AR: Professor Pablo Arbelaez and I are the only ones working, he is my tutor here for my master’s program’s thesis and it was also with him that we submitted or work to the Google program. My work in itself is to give an image to a computer and make the machine recognize the micro expressions associated with the face. The image obviously must be of a face, if the person is happy, well then it will certainly have the mouth slightly stretched towards the back and the cheeks will rise a bit, so that is the idea, to be able to detect the micro expressions associated with the face. In that way, there are many emotions and other moods that have more specific micro expressions; these exist in all faces, so it is very difficult for someone to hide these micro expressions because they are associated with all people. So that’s the idea, to detect these micro expressions and with them, to be able to determine if someone is sleepy, is telling the truth or if he or she is sad, and from then on basically whatever you can imagine. What we have accomplished so far in this project and it is extremely difficult to say, is that we are going to detect micro expressions and do it; it’s not as easy as it may sound. So, the first thing that we want to do is to detect important points on the face, for example we have three points on the eyebrow, on both ends and in the middle, we want to first detect those familiar points, and then see what happens around each one of those points. So far we can detect automatically 48 points on the face, on any face, weather it has an open mouth, it’s sideways or even turned. What we want and is most important for the project is to see what happens around those points.
CA: I imagine you must be a person who is always connected, always working with electronic devices, computers, tablets, with your smart phone. Do you frequently disconnect from it all? When you do, what other activities do you enjoy doing to relax a bit from your work?
AR: It is very difficult for me to disconnect myself, in fact right at this moment while talking to you, I have three screens in front of me here in my work station and I always keep an eye on it; it’s very difficult to disconnect. When I do, I really like traveling to places where there is none of that, no internet or cell phone signal, things like that. That’s sort of my escape to put it one way, which is not often during the semester but I try to get away once in a while during a long weekend, get my backpack and go places where there is low connectivity, precisely for that reason.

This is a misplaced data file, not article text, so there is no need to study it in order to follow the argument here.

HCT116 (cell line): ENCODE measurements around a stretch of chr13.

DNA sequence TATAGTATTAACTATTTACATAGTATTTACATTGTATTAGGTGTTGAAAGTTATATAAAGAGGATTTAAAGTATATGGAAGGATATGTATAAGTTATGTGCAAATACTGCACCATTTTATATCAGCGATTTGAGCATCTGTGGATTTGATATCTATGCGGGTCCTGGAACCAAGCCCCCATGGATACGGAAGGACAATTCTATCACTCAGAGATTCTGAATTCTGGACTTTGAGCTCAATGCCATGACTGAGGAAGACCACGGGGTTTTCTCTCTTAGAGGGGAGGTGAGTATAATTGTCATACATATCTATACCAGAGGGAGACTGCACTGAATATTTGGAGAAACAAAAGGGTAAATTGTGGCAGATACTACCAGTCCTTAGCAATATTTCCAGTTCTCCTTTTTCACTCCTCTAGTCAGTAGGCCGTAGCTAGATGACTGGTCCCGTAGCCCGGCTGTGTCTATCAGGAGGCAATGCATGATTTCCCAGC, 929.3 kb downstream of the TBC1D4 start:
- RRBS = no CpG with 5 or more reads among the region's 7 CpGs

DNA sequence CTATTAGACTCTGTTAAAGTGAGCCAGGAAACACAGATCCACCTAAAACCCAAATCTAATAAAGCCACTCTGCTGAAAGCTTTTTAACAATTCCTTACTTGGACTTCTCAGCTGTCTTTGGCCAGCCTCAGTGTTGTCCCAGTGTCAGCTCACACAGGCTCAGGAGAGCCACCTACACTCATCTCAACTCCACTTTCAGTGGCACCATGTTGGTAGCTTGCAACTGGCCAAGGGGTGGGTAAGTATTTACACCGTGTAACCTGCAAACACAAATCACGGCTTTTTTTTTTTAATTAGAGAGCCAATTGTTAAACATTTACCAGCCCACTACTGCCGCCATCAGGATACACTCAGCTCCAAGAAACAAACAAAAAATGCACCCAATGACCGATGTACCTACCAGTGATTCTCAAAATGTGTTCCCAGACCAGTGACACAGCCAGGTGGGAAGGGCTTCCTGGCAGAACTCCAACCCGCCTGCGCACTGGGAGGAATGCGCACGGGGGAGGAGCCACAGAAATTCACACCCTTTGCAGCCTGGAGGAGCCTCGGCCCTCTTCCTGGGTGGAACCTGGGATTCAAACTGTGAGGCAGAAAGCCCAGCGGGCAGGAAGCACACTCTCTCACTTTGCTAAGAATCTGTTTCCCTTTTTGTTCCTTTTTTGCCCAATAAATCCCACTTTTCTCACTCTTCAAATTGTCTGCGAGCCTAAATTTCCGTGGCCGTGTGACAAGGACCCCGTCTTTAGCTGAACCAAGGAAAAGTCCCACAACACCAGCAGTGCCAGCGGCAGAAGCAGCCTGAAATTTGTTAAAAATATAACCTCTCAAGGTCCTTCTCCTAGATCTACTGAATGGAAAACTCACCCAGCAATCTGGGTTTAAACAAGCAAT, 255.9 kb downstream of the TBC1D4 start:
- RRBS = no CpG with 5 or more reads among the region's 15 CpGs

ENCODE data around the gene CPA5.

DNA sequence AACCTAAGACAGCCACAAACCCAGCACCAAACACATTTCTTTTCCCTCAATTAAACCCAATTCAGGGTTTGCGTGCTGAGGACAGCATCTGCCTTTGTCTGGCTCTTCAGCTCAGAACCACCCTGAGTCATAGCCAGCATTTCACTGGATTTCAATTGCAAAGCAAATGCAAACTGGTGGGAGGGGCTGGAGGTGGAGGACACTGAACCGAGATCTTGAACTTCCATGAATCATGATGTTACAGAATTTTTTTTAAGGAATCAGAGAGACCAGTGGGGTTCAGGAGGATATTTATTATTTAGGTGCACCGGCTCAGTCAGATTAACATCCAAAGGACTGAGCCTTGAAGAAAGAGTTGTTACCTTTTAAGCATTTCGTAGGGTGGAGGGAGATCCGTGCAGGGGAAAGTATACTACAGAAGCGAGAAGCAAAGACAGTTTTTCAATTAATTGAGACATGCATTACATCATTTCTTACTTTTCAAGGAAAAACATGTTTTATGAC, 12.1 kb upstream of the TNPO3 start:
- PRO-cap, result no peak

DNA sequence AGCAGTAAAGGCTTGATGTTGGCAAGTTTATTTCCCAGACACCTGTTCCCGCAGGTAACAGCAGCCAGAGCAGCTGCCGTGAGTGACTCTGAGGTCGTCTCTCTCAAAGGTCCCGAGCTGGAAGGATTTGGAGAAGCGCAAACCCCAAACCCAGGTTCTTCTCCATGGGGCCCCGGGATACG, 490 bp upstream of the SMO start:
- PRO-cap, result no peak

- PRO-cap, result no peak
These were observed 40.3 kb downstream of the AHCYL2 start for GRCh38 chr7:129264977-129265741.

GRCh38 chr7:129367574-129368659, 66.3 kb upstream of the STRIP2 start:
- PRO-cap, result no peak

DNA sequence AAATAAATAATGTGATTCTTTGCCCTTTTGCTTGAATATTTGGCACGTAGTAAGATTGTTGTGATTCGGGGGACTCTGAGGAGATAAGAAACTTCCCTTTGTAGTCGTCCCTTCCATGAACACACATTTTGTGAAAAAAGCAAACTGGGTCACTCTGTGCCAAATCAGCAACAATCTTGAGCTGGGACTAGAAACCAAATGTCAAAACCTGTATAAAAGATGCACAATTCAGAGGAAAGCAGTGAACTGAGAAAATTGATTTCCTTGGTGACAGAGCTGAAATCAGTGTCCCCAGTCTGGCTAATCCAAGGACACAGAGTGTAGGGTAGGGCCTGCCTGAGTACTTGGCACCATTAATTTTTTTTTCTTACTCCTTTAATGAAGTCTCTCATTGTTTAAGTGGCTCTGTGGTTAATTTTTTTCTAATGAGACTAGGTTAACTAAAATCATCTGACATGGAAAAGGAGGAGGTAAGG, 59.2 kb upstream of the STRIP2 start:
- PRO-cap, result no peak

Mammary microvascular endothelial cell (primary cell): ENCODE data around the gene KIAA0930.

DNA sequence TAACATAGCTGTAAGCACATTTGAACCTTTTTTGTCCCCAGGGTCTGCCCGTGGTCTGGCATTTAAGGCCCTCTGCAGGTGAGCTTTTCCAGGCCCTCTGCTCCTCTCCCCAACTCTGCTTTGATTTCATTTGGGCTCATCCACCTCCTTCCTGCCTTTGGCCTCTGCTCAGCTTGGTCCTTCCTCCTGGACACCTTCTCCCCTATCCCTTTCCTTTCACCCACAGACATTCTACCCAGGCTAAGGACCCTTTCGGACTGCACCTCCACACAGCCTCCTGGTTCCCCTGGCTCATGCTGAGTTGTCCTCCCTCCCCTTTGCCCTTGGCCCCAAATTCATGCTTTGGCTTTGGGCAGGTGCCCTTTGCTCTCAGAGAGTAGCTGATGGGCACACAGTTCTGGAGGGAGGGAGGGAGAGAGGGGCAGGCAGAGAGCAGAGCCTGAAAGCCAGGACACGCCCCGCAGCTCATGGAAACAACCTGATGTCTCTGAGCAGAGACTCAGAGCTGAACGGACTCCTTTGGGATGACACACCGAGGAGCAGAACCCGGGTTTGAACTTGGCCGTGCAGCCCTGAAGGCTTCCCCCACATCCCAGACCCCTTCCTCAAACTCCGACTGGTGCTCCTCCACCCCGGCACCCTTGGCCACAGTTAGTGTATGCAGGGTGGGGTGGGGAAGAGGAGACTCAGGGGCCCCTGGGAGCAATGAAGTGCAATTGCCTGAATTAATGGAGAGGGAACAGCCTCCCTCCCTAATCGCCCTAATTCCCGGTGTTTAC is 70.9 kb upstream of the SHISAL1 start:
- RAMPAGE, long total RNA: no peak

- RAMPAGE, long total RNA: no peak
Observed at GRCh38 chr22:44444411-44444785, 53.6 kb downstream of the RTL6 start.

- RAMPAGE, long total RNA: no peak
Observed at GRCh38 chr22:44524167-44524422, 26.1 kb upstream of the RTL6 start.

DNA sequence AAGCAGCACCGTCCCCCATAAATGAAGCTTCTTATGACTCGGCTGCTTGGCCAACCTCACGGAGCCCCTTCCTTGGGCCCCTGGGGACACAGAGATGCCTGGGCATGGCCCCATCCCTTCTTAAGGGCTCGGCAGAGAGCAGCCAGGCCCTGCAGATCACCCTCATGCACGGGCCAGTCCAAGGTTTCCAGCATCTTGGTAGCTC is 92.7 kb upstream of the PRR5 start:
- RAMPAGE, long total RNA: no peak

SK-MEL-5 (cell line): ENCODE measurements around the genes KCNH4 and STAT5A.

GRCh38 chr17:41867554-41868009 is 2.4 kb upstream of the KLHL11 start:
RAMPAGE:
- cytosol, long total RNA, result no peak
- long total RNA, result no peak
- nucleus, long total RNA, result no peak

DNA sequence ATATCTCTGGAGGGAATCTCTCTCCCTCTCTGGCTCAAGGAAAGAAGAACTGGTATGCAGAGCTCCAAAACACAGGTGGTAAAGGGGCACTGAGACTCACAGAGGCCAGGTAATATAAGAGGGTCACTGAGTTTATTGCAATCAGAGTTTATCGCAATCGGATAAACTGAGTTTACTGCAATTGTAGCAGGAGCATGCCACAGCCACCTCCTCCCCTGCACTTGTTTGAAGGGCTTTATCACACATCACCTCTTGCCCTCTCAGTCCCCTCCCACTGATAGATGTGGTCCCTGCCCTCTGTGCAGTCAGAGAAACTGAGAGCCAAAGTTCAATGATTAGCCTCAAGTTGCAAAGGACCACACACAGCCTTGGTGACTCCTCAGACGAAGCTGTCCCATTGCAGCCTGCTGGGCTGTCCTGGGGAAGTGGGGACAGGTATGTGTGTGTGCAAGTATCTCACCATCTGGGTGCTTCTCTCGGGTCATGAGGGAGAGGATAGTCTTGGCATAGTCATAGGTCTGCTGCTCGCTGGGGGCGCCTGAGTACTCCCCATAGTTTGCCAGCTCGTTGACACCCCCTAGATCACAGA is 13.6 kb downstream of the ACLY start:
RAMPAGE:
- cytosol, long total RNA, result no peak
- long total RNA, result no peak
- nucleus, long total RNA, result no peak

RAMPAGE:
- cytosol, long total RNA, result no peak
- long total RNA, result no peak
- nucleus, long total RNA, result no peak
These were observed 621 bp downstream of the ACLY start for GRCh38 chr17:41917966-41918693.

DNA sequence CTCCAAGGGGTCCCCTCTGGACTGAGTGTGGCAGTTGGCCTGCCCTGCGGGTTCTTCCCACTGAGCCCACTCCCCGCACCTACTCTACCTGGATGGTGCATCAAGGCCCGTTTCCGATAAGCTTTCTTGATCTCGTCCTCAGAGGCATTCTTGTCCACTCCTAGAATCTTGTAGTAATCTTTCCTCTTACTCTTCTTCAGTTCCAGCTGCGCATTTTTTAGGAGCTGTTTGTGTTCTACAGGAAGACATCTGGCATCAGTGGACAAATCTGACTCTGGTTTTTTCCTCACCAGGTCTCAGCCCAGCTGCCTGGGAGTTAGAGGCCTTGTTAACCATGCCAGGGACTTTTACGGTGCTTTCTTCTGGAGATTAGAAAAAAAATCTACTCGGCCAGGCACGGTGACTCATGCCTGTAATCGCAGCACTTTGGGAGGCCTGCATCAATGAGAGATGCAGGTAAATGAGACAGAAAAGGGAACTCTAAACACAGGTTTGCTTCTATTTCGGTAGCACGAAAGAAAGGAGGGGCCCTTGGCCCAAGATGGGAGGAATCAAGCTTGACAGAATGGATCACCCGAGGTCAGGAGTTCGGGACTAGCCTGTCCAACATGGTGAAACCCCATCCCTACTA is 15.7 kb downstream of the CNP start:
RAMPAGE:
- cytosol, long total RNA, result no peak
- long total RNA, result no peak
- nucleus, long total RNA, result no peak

CA: Andrés and with so much content available nowadays, how do you handle that? Because I imagine a lot of youngsters at schools today must have this sort of problem of being distracted by so much content that comes at us through the internet.
AR: Yes, I have the same distractions, I look at the same things, social media and all those things, but I think that one must try to handle these type of things. At one point or another during my day, I may be looking at social media, but I’m also aware that I have to be here and make progress on my project. I may be on social media but that doesn’t limit me either to be able to advance with this, the nice part about this area is that one is basically, in quotes, “teaching the computer how to learn,” so there are always periods of time when you may be waiting for a process to end, then you can take some time for recreation, to look for content, those sort of things. Yes, it is important to learn how to handle both things.
CA: What’s your opinion on the hypothesis of a possible technological singularity? What’s your opinion about a possible scenario like that, in our Colombian society?
This is a topic that has been talked a lot about for a long time. The first application that was created in this area was around the year of 1989, when they wanted to automatize zip codes in the United States so that no person would have to manually classify the codes, and well that was the first time that it was done. Since then lots of changes have occurred, all in a slow and steady manner. So to the question that if one day, will the machines take control and destroy us? No, I don’t think so. Not in the near future, and I would say too far in a distance future, it would take a long time before anything like that may happen. To the question, will a machine take my job?, well that is another more reasonable question, and that’s what has already been happening. That’s a negative aspect. It’s a debate that must be held, if this may happen, what am I going to do? I believe it brings new questions, like, how creative am I? What other things can I do? Or, if the machine is going to replace me, am I going to be supervising the machine? That’s a legitimate concern.